Home Company Blog About 70 percent of subscribers stopped watching Netflix in the last year — why?

About 70 percent of subscribers stopped watching Netflix in the last year — why?


Streaming platforms are on the rise now: more popular TV shows and movies mean more subscribers and… fewer professional translators. Those who are able to create high-quality subtitles and scripts for voice-over actors. People watching Netflix´s hit series Squid Game constantly complain about the poor quality of subtitles in French, Hindi, and even in English. Why does it happen to such a top project?

Major international language service providers (LSPs) reveal an actual concern: a severe shortage of quality translators. The film industry evolves faster than the translation industry does. Now, roughly one in 50 applicants can pass a qualification exam, according to a CEO of a big localization company. To handle an increasingly global audience, LSPs have to work with a broader pool of subtitle translators, while only 10-15% can deliver the high quality streaming platforms thirst for. This leads to a growing demand for additional editing and checking, but still, the final quality appears to be not high enough. The latest machine translation engines don’t cope with the task either: AI can create a word-by-word translation, but it’s only human who is able to transform it into an authentic text suitable for subtitles and voiceover.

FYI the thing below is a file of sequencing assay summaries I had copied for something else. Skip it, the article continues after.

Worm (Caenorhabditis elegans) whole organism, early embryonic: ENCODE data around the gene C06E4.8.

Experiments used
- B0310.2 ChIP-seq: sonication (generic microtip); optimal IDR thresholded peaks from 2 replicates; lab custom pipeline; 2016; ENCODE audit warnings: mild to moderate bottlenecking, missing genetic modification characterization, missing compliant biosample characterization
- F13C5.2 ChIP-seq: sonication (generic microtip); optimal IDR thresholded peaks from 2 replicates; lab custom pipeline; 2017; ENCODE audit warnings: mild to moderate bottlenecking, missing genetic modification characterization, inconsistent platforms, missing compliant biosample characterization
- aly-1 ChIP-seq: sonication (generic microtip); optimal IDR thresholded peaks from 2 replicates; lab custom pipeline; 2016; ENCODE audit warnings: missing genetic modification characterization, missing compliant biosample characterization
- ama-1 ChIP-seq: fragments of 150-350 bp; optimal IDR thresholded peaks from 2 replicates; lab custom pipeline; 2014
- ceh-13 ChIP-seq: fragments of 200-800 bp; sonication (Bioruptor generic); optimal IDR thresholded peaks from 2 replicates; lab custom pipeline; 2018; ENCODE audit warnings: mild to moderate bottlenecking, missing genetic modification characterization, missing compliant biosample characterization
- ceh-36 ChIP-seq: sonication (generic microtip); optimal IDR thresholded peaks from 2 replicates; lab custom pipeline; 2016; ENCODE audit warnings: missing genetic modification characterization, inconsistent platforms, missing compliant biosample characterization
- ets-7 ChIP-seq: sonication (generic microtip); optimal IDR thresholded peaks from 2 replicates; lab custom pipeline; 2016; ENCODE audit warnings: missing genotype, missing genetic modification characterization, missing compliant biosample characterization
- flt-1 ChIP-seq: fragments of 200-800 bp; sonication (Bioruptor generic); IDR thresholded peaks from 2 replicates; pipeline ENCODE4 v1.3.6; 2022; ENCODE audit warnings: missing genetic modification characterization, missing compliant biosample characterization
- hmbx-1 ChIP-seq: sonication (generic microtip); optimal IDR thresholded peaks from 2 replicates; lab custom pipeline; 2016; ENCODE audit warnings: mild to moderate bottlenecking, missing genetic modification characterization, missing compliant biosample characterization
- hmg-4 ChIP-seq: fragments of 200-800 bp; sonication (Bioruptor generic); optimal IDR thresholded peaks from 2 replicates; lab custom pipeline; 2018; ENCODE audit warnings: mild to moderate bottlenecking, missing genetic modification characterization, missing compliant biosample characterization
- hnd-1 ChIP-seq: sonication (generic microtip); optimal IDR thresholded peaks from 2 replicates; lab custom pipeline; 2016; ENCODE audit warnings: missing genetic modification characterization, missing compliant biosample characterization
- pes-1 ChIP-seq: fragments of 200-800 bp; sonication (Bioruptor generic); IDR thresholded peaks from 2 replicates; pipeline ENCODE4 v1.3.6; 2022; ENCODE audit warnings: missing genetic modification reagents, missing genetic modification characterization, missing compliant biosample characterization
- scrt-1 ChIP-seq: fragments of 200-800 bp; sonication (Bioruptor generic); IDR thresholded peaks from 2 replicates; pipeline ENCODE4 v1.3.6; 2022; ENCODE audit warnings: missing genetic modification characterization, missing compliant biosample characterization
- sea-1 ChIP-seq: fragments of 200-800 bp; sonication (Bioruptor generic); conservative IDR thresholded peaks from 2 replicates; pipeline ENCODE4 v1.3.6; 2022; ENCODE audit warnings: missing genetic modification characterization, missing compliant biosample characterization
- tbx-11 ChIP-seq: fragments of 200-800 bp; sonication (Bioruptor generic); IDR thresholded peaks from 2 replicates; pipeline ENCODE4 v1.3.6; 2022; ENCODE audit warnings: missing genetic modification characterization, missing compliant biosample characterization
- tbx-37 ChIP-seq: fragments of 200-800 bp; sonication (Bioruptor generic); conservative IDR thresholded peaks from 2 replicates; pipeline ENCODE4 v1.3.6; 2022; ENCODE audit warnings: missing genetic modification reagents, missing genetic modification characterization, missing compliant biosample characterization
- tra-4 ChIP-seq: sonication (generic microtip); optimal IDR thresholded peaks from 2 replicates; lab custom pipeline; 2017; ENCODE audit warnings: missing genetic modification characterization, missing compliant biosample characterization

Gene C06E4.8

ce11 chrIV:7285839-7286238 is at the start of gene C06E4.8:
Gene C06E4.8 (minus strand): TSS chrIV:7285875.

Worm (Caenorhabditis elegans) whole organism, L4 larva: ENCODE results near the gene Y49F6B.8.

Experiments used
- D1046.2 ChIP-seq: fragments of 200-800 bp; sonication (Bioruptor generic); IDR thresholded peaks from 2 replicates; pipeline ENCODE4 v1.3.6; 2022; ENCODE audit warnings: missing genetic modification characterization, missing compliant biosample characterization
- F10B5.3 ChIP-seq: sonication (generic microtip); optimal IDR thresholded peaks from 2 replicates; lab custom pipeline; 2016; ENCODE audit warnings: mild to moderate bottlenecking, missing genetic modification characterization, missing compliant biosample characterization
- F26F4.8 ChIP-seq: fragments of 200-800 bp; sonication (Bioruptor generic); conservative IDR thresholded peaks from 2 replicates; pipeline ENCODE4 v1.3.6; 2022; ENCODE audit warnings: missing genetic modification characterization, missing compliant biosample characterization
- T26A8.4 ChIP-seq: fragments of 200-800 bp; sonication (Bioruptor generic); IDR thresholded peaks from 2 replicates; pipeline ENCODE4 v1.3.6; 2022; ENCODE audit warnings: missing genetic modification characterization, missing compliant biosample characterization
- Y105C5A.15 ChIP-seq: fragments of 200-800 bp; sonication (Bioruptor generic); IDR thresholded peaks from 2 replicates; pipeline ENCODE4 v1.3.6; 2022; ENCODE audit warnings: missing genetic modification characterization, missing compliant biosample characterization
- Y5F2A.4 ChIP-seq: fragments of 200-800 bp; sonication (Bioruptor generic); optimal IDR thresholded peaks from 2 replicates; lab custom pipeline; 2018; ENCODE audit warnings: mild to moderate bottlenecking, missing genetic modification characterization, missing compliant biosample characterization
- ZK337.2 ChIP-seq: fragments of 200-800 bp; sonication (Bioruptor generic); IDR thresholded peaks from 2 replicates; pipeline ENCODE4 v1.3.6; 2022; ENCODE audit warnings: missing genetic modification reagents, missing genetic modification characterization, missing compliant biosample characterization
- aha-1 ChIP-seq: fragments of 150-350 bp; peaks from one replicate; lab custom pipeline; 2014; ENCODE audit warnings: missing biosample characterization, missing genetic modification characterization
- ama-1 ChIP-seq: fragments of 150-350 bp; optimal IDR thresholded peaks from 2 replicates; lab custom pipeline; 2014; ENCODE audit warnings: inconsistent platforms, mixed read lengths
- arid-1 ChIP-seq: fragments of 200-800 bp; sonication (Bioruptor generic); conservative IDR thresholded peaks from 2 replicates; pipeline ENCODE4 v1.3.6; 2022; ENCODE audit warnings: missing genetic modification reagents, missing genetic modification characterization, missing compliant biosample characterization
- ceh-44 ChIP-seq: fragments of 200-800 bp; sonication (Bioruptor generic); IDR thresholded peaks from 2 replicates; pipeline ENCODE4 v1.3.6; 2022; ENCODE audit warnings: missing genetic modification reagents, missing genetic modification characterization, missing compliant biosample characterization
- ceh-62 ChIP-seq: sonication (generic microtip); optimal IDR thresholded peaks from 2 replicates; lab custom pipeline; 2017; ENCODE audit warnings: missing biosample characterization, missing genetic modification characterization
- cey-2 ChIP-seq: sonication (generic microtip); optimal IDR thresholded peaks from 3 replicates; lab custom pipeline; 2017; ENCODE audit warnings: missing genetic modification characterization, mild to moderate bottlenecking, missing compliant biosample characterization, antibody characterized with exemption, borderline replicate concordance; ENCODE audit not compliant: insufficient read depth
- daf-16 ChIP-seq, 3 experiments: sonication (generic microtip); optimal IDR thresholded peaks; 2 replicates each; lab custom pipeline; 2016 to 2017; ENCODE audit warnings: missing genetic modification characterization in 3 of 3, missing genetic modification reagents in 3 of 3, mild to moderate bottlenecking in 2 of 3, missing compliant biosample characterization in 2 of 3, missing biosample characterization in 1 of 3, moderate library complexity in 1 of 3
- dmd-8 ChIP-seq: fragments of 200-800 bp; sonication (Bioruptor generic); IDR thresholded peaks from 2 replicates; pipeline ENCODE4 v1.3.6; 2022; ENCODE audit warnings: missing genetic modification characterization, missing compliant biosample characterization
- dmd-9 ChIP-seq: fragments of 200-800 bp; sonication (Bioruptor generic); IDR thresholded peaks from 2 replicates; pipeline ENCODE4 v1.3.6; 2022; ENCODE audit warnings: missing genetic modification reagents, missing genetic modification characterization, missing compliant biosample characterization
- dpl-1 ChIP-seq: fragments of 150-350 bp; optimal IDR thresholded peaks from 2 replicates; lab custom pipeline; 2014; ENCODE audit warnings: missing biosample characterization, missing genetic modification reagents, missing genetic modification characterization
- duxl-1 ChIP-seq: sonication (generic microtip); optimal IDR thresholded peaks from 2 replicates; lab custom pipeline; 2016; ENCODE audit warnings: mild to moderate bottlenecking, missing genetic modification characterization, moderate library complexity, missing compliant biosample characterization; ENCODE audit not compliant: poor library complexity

Lately, Netflix has been gaining popularity in the Asia-Pacific region. The lack of professional Korean, Chinese, and Japanese translators forces the industry to be really inventive and translate subtitles via English templating. Let’s say, there are more Korean > English translators in the world than Korean > French ones, right? And there are even more English > French translators. That’s why the Korean source is often translated into English and finally from English into any target language. As a result, the translator creates subtitles for the target audience without even speaking Korean, the original language of the TV show!

Another reason is both ancient and simple: subtitle translation is a fascinating but not the best-paid job, sadly. To expand the talent pool, LSPs and the film industry need both time and money. As for now, according to a survey conducted in France, Germany, Italy, and Spain, about 70% of Netflix viewers had stopped a TV show/movie in the last year because of poor subtitling or dubbing quality. And so the lesson is: no matter how great your product is, never underestimate the meaning of translation and localization.

More info is available in the source article here.

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